Stop The World I Want To Get Off
This week on Facebook: Stop The World I Want To Get Off is a musical set against the backdrop of a circus, the show focuses on Littlechap, from the moment of his birth to his death. Each time something unsatisfactory happens, he calls out ‘Stop the world!’ and addresses the audience. In a week ending with the result of the UK referendum on membership of the EU (Brexit) a post on Syria is hardly like to excite an audience. Nevertheless my attention was caught by Monday’s article suggesting that Sykes-Picot agreement was not responsible for shaping the future of the Middle-East, following which I decided to devote this week on Facebook to Syria. Relying on the modern media for information and especially the social media, which seems to feed on unsatisfactory outcomes, encouraged me to see the world as a circus and myself as Littlechap.
Monday: Sykes-Picot: The Centenary of A Deal That Did Not Shape the Middle East — It is difficult to single out Sykes and Picot for condemnation. It is their legacy to have their names become a cypher for all the perceived ills of colonial and post-colonial intervention in the Middle East, from the aftermath of the 2003 Iraq war to the current disintegration of Syria.
Tuesday: Review of Charles Glass’s “Syria Burning: A Short History of a Catastrophe” — The new edition of Syria Burning has a helpful chronology tracking events from 2011-2015. And in a chapter fittingly titled, “With Friends Like These,” Glass offers a brief but necessary look at the country’s past, damaged by colonial rulers, including the infamous Sykes-Picot secret treaty, home-grown dictators, Israel’s conquest of the Golan Heights, and its latest disintegration beginning in 2011, when the citizens of Dera organized a peaceful demonstration against the local government’s torture of teenagers for daring to paint anti-government graffiti on walls and Assad’s forces responded violently.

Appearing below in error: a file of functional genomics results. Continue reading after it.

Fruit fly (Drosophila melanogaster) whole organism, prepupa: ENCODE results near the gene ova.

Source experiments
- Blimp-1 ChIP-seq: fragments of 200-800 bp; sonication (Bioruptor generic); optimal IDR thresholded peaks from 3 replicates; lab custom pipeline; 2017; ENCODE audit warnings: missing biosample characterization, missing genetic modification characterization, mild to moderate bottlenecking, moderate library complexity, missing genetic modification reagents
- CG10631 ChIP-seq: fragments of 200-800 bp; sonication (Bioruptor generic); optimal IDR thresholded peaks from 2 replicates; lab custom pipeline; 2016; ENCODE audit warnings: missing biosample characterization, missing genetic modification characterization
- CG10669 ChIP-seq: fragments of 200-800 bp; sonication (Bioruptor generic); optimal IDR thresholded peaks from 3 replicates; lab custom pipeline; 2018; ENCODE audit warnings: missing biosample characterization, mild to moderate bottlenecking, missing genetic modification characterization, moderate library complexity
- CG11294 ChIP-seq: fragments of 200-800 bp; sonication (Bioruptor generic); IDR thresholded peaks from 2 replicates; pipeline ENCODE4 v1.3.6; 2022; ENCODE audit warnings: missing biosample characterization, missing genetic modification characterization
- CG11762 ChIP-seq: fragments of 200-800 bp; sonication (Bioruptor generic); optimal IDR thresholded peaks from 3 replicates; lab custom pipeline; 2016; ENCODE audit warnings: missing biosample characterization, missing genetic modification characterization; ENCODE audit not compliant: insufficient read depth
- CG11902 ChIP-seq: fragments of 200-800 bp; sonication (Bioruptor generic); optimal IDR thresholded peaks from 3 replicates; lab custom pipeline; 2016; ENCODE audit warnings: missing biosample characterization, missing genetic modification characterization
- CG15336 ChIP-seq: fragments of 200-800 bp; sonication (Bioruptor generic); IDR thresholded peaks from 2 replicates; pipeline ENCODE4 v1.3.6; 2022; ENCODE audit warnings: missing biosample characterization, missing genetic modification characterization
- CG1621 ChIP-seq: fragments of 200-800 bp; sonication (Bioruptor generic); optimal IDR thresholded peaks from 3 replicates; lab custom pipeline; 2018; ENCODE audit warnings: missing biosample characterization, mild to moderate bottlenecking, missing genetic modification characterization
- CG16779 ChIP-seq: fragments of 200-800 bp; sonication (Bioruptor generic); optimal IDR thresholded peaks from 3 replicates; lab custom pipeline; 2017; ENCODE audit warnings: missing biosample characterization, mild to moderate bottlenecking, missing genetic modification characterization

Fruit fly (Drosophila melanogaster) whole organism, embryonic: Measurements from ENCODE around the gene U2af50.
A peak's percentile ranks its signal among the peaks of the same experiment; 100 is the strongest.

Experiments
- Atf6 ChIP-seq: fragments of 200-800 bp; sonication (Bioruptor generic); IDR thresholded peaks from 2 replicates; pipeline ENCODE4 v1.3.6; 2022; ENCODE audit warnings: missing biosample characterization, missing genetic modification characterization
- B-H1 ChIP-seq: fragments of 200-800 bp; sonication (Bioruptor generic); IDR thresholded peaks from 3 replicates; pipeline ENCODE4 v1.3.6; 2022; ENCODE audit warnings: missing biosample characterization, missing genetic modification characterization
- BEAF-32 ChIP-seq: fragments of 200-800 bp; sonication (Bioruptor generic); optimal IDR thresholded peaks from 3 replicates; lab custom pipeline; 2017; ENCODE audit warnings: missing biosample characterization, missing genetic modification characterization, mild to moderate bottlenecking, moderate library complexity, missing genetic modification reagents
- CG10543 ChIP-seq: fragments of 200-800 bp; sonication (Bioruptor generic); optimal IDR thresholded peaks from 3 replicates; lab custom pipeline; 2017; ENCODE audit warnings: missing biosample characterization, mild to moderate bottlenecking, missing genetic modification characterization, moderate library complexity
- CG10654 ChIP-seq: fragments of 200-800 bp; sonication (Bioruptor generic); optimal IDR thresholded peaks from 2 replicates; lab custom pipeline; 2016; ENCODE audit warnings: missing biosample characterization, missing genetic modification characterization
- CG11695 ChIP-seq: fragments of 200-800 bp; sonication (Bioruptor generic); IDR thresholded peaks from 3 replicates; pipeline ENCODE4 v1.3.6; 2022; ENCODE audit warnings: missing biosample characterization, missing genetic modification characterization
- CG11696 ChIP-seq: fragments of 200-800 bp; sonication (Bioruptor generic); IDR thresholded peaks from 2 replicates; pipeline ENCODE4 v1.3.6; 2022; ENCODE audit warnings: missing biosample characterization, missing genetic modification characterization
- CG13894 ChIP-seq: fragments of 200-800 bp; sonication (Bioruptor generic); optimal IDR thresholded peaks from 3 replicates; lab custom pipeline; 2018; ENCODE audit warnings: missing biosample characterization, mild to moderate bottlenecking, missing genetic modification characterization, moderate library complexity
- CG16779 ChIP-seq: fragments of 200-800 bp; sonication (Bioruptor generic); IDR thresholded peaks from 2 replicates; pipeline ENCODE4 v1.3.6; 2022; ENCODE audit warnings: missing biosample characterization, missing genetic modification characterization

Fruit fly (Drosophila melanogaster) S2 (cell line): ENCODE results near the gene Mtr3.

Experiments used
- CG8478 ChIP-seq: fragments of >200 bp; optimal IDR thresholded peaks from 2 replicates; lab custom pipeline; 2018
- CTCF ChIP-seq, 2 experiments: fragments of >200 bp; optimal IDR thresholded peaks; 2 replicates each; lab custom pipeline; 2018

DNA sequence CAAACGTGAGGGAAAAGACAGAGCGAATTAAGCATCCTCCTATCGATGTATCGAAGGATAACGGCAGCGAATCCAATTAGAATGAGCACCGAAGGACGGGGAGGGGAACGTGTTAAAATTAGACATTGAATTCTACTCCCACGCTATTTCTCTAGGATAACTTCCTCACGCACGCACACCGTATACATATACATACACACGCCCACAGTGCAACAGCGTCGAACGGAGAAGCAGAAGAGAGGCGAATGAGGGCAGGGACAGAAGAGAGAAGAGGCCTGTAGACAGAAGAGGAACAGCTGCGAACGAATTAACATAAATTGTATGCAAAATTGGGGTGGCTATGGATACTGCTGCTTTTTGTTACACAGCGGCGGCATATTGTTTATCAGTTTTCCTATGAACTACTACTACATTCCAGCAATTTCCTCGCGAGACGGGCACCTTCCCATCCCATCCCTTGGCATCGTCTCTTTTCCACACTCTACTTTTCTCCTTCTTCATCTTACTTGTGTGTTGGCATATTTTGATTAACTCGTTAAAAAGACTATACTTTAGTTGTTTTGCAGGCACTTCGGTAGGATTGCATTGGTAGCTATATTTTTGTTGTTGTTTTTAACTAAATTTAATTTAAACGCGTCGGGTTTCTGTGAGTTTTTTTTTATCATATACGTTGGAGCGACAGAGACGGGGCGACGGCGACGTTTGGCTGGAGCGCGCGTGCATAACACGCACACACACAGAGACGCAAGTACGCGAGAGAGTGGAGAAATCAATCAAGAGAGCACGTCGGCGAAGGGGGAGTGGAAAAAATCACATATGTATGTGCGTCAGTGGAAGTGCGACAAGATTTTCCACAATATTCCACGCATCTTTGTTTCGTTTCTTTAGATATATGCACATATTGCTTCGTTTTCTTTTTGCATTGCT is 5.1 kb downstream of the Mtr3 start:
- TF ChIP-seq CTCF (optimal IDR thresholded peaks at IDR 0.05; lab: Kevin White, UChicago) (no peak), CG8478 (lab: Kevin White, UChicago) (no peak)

Wednesday: Putin’s plan for Syria — Over the years of Nato expansion and western-backed regime change in the Middle East (and, as most Russians see it, in Ukraine), anti-Americanism in Russian state media has become feverish. Over Syria, in which the west has taken part in a civil war without having decided which side it wants to win, the tone towards America has shifted and become, at times, pitying. Margarita Simony, Editor-in-Chief of the Russian English-language, television news network RT and the state-owned international news agency Rossiya Segodnya, summed up the new attitude recently: “The eternal question is: do they have a far-reaching plan, which we don’t understand, or are they just making stupid mistakes because they’re not properly informed?”
Thursday: Don’t Call It a Proxy War — The new Russian battlefront just happened to be a territory in which American-led Western forces were already operating. The United States was also funding and supplying anti-Assad militias far removed from the theater of operations in which ISIS was functional. That was revealed to the world only when Russian forces targeted and destroyed the CIA-trained weapon depots that had supplied them.
Friday: Playing tic-tac-toe with Putin — In Syria, the West wants peace. But Putin needs victory. And so it will look like this: The secular, pro-Western opposition will be either decimated or forced to disarm as part of a US-Russian “peace process.” The West will be confronted with the repugnant choice between Assad and a combination of the Islamic State and the Nusra Front, an al Qaeda affiliate. And so Assad’s regime will survive. Meanwhile, Russia will be restored to the Soviet Union’s position as an indispensable international player and key actor in the Middle East.
So where does the EU fit into all of this! Apart from supplying insurgents to ISIS, which must irritate both Russia and the USA — it doesn’t. It has no EU army, the only threat it can pose to both Russia and ISIS is through NATO. Whether or not you think the Sykes-Picot agreement was influential in the Middle East the world is now dominated by military super powers that are external to Europe. The EU can only bluster about world events — as in the Ukraine — and following its referendum result to leave the EU the UK must court the USA by lying back whilst thinking I know not what.
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